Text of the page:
Several elements merge to make this Adele's most musically interesting and conceptually rich work. The starting point is that better-trained voice, which at times sounds like an entirely new instrument. Years of care following an early-career vocal cord injury have led her to explore registers beyond her reliable gut, and she's become more intuitive, conversational and in touch with the grooves and dancebeats her producers craft for her. Those collaborators take up the challenge Adele posed for herself by writing songs that dwell on complicated and sometimes even ugly feelings — the guilt she feels at breaking up her family and her distress at trying to explain divorce to her son, the alternating excitement and fear as she finds herself unpartnered for the first time in her adult life — and don't automatically reach for the catharsis of big notes that won her international devotion. Don't worry, swoon junkies, those notes still hit sometimes. But Adele is more likely to trade them in for a funky breakbeat, as she does on "Can I Get It," or the gentle push and pull of those gliding "E"s on the album's first single, "Easy On Me."

Fans determined to weep their way through 30 as they have with Adele's previous albums may be disappointed. This chronicle of separation does not aggressively serve up heartbreak. Though the publicity campaign has presented the album as a reflection of pain and anxiety after Adele's split from her partner of 10 years, Simon Konecki, its spirit is one of musical play: the singer trying out different tones and techniques, from the jazz standards-inspired opener, "Strangers By Nature" (with its immortally campy first line, "I'll be taking flowers to the cemetery of my heart") to the loose, Honky Chateau-era Eltonisms of "I Drink Wine" and the sinuous flow of the delightedly sensual "All Night Parking," which kicks off with a light-handed sample from the late Pittsburgh jazz great Erroll Garner and transforms it into a sample around which Adele wraps a vocal as light as twilight air.

The free musical mood of 30 correlates with the story it tells, of a breakup that's more complicated than the ones Adele immortalized in high Romantic ballads like "Hello." In her Oprah interview, Adele made it clear that she was the instigator of her divorce, not because Konecki, who remains a "best friend," was abusive or neglectful but because she felt herself growing beyond the relationship. She chose to break up the home for which she'd longed as a child of divorce, and hazard her son's pain, in the name of greater ultimate happiness for everyone involved. This most common kind of split engenders emotions that her adored songs of contemplative romantic desolation, like "Hello" or "Someone Like You," don't quite serve: the shame of being the heartbreaker, the doubt that comes with loneliness, the need to find a way through ambiguity toward inner strength.

"Cry your heart out, it'll clean your face," an auto-tuned phalanx of voices advises Adele in "Cry Your Heart Out" as she details her daily stumbles. "When you're in doubt, go at your own pace." Adele answers this Motown-style Greek chorus with lighthearted crankiness: "Please stop calling me, it's exhausting," she sighs. But she owns her mess. "I created this storm, it's only fair I have to sit in its rain," she sings, adding a little vocal run to boost her own self-confidence. It's not "Love on Top," but she's getting there.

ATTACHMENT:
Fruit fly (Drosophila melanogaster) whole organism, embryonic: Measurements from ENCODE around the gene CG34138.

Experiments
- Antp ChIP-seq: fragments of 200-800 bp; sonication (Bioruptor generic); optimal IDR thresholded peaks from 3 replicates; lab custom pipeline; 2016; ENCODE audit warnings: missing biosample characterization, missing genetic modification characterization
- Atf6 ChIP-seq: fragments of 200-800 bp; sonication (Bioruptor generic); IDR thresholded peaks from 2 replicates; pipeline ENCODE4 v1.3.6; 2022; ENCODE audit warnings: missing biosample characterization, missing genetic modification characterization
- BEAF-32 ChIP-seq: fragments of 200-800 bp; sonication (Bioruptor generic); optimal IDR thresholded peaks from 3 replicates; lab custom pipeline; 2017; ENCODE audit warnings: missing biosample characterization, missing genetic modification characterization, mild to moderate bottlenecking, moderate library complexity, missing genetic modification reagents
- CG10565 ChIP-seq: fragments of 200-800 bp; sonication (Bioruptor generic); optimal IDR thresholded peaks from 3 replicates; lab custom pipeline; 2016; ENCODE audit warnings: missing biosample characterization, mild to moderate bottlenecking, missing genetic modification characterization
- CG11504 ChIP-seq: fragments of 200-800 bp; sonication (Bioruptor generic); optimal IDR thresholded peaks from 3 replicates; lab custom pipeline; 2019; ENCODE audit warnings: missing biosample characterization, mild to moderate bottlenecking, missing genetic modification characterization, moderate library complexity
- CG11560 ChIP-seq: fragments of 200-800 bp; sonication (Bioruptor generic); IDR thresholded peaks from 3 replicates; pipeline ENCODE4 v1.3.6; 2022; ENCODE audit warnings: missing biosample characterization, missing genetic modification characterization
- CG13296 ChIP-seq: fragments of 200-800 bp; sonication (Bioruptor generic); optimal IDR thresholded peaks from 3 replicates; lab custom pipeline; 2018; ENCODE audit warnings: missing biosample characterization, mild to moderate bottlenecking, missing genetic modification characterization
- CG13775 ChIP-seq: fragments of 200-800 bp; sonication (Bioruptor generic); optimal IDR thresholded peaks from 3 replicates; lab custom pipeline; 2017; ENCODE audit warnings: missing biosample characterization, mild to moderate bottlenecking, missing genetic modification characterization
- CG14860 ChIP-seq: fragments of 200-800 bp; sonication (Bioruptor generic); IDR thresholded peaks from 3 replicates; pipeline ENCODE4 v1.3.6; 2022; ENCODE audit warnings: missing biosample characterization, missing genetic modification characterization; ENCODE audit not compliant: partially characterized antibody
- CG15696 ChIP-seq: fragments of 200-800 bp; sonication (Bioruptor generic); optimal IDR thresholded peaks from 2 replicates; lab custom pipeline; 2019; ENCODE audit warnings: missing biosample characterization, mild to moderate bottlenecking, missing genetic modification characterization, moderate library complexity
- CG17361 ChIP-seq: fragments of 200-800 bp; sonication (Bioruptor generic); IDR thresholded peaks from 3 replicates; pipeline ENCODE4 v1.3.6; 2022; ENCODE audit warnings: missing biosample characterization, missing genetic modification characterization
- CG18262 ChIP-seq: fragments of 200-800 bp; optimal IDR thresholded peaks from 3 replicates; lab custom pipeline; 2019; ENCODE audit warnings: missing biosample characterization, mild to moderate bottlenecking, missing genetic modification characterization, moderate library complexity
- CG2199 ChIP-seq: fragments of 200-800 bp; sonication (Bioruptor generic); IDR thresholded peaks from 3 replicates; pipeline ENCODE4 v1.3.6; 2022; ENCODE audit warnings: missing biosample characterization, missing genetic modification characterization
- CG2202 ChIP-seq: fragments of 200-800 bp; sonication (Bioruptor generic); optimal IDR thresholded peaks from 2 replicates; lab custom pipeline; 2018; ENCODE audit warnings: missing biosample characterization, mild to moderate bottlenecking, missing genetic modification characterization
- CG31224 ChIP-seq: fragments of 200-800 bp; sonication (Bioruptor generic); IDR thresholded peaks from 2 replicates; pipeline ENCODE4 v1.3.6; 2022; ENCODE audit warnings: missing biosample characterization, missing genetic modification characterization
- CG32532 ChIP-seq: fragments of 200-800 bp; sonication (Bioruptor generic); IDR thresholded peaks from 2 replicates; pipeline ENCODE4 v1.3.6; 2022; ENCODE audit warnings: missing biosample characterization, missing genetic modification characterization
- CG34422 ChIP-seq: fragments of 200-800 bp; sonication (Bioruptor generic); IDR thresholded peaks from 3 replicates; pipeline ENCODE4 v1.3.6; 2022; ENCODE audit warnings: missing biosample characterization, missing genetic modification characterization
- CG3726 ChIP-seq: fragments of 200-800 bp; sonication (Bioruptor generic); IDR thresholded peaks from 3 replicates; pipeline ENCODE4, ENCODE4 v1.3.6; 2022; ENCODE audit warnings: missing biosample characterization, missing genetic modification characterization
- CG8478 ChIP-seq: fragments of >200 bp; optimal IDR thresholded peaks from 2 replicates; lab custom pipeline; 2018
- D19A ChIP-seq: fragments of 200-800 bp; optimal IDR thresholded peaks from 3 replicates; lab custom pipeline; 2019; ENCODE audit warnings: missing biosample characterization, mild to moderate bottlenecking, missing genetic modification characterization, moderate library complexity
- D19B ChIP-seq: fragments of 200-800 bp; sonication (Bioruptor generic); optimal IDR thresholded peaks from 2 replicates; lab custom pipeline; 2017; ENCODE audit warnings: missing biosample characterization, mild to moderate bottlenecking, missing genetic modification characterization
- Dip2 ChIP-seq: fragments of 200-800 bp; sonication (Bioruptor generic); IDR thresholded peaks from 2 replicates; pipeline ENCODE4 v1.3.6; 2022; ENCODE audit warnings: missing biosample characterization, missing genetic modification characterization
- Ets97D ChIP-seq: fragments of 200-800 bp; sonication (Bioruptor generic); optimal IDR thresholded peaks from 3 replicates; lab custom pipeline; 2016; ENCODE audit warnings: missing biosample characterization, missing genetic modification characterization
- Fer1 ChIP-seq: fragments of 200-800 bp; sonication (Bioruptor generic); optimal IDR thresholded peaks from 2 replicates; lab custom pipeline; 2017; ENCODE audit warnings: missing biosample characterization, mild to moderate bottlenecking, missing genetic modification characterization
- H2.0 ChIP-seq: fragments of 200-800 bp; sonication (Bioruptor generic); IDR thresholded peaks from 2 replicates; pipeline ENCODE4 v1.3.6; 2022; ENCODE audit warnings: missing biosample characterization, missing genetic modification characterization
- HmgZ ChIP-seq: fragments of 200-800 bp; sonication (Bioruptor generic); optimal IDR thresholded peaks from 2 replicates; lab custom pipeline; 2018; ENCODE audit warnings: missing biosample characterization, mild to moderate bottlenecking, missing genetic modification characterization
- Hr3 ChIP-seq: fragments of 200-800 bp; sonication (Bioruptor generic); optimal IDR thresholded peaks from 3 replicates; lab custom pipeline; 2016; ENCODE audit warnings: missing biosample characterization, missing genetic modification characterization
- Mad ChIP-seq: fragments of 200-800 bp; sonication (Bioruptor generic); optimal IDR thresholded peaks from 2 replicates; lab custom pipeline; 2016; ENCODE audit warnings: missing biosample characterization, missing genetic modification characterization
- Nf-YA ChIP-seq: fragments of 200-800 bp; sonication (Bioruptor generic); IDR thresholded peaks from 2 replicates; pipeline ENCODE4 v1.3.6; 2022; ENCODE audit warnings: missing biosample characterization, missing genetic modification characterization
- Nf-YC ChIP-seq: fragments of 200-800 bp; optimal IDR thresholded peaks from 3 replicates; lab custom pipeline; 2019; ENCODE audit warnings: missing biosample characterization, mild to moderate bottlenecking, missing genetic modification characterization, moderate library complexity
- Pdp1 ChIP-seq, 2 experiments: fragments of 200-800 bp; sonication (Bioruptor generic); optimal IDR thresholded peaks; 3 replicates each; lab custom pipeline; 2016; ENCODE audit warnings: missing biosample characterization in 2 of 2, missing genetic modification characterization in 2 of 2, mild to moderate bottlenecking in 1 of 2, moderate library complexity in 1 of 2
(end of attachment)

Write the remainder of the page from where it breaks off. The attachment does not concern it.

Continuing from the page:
The arrangement of "Cry Your Heart Out" tricks out the template of the girl group sound in a new way, as have many other savvy miners of R&B history, from the Pointer Sisters to Lauryn Hill and Adele's standard-bearer, Beyonce. Adele has never truly orbited alone through pop's omniverse — she began her career within a group of fusion-oriented singer-songwriters including Estelle, Rumer, Duffy and Corinne Bailey Rae, and now she's connecting with a new wave of jazz-soul artists like Celeste and Sault (and perhaps finally nodding musically to her "best friend," Drake). And always, she's thinking of Queen Bey.

Longtime collaborators like Max Martin, Tobias Jesso, Jr. and Greg Kurstin accommodate these alignments with varying degrees of subtlety; Kurstin co-wrote and produced "My Little Love," and was seemingly inspired by similar spoken interludes on both Sullivan's Heaux Tales and Sault's Nine. Most telling, however, is her new partnership with Inflo, who helms three tracks, including the gospelized show-stopper "Hold On." That production's slow crescendo from a misty beginning, with its choir in the distance, to the familiar monumentalism of an Adele barn-burner does something to the form. It makes the song feel more connected to everything in music that made it possible, building a world around it.

Another important musical work whose makers built a world around it, of course, is Beyonce's Lemonade, the masterwork that Adele's last album defeated at the Grammys in 2017, much to the horror of most intelligent music fans, including the planetary voice herself. It's tempting to identify 30 as Adele's own version of that inimitable expression of heartache and resolve, but such comparisons can only go so far. Lemonade engaged history in a way that 30, whose triumphs are stylistic and aesthetic but not political, cannot. It spoke for a community, a "we," in a way that Adele, I think, would not strive to emulate. In fact, one of the strengths of 30 is its grounding in unmistakably personal details, both sonic and lyrical. Adele still gravitates toward expertly rendered big flourishes — the couplet that grounds "Hold On," "May time be patient / may pain be gracious," is one of her best — but she is also learning that it can be fruitful to go small in a song, to write or sing something that puts aside the universal for the delicate, the offhand, the small gamble. 30 still offers many ways for Adele to be our planet, high in the sky, making us marvel. But it's best when she touches down.

Copyright 2021 NPR. To see more, visit https://www.npr.org.

Corrected: November 17, 2021 at 12:00 AM EST
A previous version of this story mistakenly said Adele's album 25 came out in 2016. It was released in 2015.
Ann Powers is NPR Music's critic and correspondent. She writes for NPR's music news blog, The Record, and she can be heard on NPR's newsmagazines and music programs.